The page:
This conference (January 30 to February 2, 2020) aims to offer a scholarly, critical, and nuanced perspective on Gandhi. The conference follows the 150th birth anniversary of Mahatma Gandhi, who is increasingly being studied as a philosopher, religious thinker, and critic of industrial modernity. It is, for example, little known that he pioneered a new form of what is these days called "interfaith" workship and diologe, and througout his life he maintained extensive dialogues with Christian thinkers and missionaries, Muslim theologians, and activists of all stripes and hues.
This collaboration emphasizes the critical needt o rethink the contemporary refugee crisis in Africa and beyond by approaching it as a social and historical formation with the potential to solve the very problems it represents. Building bridges between infrastructure, sustainability, political representation and narrative, this collaborative seminar and workshop series and keynote lecture will explore the generative potentials of refugees as camps develop into communities.
Inaugural seminar, student discussions, and film screening of Alexis Gambis' film "The Fly Room," as the first in a series of interdisciplinary seminars around "Science in the Media." Alexis Gambis will participate in discussions of his film and his career, as well as the process of scientific research, the role of science in society, and the role of media in portraying science accurately to the public.
This award contributes funding towards a symposium on Understanding the New Middle East, organized by the Center for Near Eastern Studies and faculty from the Departments of History, Sociology and Anthropology. This conference will bring together academics, commentators, and other experts to explore the roots and nature of the current crises in the Middle East and to plot the region’s future trajectory.
unding for a series of activities around the theme of "Race and Capitalism: Global Aspects," involving faculty from the departments of African-American Studies, Anthropology, Chicana/o Studies, History, Urban Planning, and two research centers - the Institute on Inequality and Democracy at UCLA Luskin and the Institute for Research on Labor and Employment.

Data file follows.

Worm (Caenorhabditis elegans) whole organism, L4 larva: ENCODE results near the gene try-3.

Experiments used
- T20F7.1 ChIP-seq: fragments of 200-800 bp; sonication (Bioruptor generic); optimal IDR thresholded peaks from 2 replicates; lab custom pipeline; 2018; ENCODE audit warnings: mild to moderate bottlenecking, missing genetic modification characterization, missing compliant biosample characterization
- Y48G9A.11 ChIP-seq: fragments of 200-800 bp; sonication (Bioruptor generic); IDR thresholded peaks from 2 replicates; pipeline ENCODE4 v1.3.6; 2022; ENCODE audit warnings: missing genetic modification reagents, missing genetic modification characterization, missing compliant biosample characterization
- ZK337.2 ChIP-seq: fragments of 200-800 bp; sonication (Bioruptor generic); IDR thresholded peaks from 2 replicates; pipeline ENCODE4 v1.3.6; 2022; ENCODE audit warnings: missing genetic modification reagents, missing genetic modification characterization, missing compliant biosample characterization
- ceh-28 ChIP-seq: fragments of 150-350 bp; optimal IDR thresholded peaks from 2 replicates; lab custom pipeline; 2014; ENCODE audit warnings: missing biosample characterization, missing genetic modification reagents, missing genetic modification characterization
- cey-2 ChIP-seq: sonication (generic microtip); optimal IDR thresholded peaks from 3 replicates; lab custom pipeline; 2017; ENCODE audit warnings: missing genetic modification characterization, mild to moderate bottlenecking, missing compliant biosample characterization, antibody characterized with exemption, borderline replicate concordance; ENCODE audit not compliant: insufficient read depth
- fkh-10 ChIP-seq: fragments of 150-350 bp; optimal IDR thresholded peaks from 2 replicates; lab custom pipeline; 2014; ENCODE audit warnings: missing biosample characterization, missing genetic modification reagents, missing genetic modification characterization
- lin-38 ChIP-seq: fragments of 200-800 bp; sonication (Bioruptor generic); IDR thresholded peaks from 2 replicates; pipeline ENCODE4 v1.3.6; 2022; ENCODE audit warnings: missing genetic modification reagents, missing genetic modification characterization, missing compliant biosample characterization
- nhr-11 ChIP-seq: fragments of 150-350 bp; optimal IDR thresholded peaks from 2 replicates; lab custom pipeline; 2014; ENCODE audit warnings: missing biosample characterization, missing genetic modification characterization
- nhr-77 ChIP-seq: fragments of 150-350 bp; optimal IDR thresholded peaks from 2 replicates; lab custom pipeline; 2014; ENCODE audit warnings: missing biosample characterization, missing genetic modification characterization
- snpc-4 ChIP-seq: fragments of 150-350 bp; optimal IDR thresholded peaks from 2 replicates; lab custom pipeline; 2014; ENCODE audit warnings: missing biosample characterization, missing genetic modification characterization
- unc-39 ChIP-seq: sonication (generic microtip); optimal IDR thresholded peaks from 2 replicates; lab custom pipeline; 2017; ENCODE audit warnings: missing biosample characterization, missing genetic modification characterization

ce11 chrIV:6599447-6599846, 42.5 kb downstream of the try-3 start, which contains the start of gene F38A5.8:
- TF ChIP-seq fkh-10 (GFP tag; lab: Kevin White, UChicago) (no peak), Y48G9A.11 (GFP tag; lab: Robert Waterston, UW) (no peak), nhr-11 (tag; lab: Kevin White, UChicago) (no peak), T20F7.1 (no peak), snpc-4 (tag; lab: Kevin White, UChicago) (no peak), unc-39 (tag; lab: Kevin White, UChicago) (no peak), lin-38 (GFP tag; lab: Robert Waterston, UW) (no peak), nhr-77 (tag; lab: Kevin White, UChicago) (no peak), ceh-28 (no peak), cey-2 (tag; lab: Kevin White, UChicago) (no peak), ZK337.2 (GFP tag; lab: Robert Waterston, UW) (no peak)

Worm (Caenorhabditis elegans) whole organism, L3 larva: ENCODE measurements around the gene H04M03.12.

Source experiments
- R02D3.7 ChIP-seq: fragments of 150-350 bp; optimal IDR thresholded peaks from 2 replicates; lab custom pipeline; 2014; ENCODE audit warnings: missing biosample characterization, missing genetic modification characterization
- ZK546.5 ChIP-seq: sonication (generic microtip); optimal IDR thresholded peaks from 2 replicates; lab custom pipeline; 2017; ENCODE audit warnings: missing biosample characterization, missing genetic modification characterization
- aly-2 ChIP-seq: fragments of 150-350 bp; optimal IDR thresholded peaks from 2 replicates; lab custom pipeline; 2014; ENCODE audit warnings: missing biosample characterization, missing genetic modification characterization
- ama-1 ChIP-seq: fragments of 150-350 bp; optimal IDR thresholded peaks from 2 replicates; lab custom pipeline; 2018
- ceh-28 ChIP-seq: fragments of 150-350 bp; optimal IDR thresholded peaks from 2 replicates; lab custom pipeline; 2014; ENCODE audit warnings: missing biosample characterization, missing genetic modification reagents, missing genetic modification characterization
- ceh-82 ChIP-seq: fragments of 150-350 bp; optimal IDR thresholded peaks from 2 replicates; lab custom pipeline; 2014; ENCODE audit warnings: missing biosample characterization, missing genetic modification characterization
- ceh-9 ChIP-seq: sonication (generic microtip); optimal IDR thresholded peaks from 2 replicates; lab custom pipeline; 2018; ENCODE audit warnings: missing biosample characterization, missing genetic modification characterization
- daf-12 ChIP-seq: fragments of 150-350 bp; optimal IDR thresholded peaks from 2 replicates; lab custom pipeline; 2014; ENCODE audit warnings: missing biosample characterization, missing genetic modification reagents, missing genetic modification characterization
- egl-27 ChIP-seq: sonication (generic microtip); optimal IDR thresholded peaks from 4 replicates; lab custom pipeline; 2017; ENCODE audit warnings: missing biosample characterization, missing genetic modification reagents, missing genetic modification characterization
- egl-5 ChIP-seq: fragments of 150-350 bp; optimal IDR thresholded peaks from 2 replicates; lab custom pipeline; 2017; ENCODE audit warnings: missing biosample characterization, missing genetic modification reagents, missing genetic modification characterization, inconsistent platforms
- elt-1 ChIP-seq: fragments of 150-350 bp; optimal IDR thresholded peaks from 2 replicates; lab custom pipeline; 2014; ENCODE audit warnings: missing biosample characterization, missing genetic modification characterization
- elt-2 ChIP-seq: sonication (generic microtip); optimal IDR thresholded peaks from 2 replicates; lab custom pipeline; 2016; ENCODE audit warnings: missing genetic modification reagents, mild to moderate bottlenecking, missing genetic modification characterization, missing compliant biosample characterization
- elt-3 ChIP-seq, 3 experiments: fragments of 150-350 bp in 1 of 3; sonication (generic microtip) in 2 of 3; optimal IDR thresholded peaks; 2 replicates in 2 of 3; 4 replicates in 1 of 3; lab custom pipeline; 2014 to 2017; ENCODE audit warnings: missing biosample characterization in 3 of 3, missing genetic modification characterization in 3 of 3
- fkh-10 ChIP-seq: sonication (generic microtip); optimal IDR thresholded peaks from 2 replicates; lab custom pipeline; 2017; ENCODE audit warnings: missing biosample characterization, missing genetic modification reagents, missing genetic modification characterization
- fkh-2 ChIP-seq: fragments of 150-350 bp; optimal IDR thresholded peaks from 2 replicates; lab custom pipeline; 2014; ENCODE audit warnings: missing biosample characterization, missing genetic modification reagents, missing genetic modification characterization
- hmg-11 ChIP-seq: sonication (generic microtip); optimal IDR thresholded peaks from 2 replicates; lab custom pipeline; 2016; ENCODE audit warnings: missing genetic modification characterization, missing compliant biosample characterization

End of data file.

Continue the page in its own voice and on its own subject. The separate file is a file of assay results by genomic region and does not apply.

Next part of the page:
A day-long series of events assembling academics and media notables from diverse backgrounds in profession, identity, and perspectives to discuss the value of information and the effectiveness of communication during the Trump era. The first panel focused on the 2016 Campaign and Media, and questioned the expectations and predictions media made in contrast to actual election results.
A three-day event utilizing art and media to examine the socio-political factors that provoked the 1992 LA Uprising and its impact on the racial and economic climate in LA and across the US today. Events will include panels featuring a discussion of the evolution of community organizing as well as the role media, particularly film, has played in creating and reflecting social change. There will be a gallery displaying avariety of art inspired by the Uprising and a follow-up discussion with the artists.
A public symposium taking a critical view of 2016 through a controversial song that announced a cultural turn toward a Trump presidency: “The Star-Spangled Banner.” Featured guests will include NFL quarterback and activist Colin Kaepernick, whose refusal to stand during the playing of the national anthem caused a national firestorm of debate, as well as Rene Marie, a jazz vocalist whose 2008 performance of the anthem in advance of the Democratic National Convention combined the tune of “The Star-Spangled Banner” with the lyrics of the Negro National Anthem “Lift Ev’ry Voice and Sing.” Event